4. Interest Expense Limitation Rule

This rule was previously suspended but is now reinstated, which means that businesses will be limited to deducting up to 30% of their adjusted taxable income when deducting their interest expenses.

5. 1099-K Form Delayed

The implementation of the American Rescue Plan Act of 2021, which states that third-party digital platforms must provide small business owners and freelancers who earn over $600 a year with a 1099-K form has been delayed until 2023. Under this Act, those third-party platforms will also have to report the income on the 1099-K forms to the IRS.

6. Charitable Contribution Rule Expired

The temporary increase in the limits of charitable contribution deductions has expired, and taxpayers can only deduct up to 60% of their adjusted gross income for charitable donations.

These are just a few of the key changes in the new tax bill that small business owners need to be aware of in 2023. It’s important to stay on top of these rules and regulations so you can plan appropriately and make sure your company remains compliant with all federal and state tax laws.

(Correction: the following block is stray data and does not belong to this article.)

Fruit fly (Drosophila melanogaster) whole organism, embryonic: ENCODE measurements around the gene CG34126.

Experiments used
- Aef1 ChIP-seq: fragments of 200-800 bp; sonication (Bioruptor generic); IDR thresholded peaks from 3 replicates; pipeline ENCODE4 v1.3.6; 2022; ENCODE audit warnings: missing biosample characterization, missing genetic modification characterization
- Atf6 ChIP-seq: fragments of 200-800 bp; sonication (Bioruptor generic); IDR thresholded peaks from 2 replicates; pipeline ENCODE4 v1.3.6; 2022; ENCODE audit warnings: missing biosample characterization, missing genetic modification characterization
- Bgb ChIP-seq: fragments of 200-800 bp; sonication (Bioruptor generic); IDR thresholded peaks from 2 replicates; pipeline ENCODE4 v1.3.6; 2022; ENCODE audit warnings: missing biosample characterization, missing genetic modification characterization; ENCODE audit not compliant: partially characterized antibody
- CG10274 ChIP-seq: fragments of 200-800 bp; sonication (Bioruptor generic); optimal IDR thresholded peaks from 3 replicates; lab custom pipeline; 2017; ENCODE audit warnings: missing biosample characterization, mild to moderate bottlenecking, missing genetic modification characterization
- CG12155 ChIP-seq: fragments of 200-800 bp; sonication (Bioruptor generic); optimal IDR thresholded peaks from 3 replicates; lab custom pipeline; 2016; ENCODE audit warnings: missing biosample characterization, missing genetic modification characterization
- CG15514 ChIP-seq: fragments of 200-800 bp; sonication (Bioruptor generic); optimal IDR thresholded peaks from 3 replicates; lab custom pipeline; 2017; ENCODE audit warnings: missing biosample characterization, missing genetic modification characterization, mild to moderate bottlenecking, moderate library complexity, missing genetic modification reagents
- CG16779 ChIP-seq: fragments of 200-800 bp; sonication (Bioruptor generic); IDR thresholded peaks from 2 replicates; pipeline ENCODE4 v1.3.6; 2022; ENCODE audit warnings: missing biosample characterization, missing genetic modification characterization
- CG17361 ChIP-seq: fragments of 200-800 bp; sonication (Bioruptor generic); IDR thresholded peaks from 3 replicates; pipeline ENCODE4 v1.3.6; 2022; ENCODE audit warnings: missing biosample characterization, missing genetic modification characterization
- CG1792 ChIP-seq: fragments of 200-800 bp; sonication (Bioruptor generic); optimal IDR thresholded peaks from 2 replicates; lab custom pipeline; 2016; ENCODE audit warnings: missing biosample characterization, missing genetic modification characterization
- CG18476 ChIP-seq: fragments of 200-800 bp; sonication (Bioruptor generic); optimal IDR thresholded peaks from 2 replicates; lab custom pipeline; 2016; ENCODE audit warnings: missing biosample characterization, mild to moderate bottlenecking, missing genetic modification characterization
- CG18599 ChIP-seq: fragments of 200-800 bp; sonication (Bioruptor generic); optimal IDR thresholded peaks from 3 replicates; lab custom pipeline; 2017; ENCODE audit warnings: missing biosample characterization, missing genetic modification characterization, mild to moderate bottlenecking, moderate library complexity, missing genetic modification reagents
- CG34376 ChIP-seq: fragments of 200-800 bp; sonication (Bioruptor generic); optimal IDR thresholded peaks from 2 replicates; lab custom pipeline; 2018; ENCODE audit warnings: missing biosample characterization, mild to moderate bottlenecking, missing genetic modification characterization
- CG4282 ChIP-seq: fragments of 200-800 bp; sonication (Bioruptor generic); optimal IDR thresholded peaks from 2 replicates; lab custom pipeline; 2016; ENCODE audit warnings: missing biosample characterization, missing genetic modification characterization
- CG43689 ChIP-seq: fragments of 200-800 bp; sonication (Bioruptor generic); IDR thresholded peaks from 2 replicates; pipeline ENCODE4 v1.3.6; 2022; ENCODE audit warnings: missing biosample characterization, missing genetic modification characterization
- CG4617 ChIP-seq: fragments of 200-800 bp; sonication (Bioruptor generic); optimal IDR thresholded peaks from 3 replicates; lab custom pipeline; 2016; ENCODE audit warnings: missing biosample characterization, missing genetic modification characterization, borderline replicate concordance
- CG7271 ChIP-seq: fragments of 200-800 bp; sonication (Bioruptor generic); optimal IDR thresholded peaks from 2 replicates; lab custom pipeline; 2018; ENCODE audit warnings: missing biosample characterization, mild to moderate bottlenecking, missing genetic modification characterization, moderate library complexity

And remember, none of the information in this article should be considered comprehensive information or legal advice, so consult your own business lawyer as far as how to proceed in obeying these laws.

taxation law and How The New Tax Bill Affect Small Businesses

The Different Types of Small Businesses

Small businesses come in all shapes and sizes, from sole proprietorships to LLCs. Here’s a quick rundown of the different types of small business structures and their tax implications:

Sole Proprietorship

This is the simplest type of business structure, where one person owns and operates the business without any formal documentation or filing with the government. All profits are reported on that individual’s personal tax return, while losses can be deducted from other income sources.


A partnership is when two or more people own and operate a business together. Each partner reports their share of the profits and losses on their personal tax return, while the business itself does not pay any taxes.

LLC (Limited Liability Company)

An LLC combines aspects of both partnerships and corporations by protecting owners from personal liability for debts incurred by the company. Owners are also able to take advantage of pass-through taxation, meaning they report profits on their individual tax returns.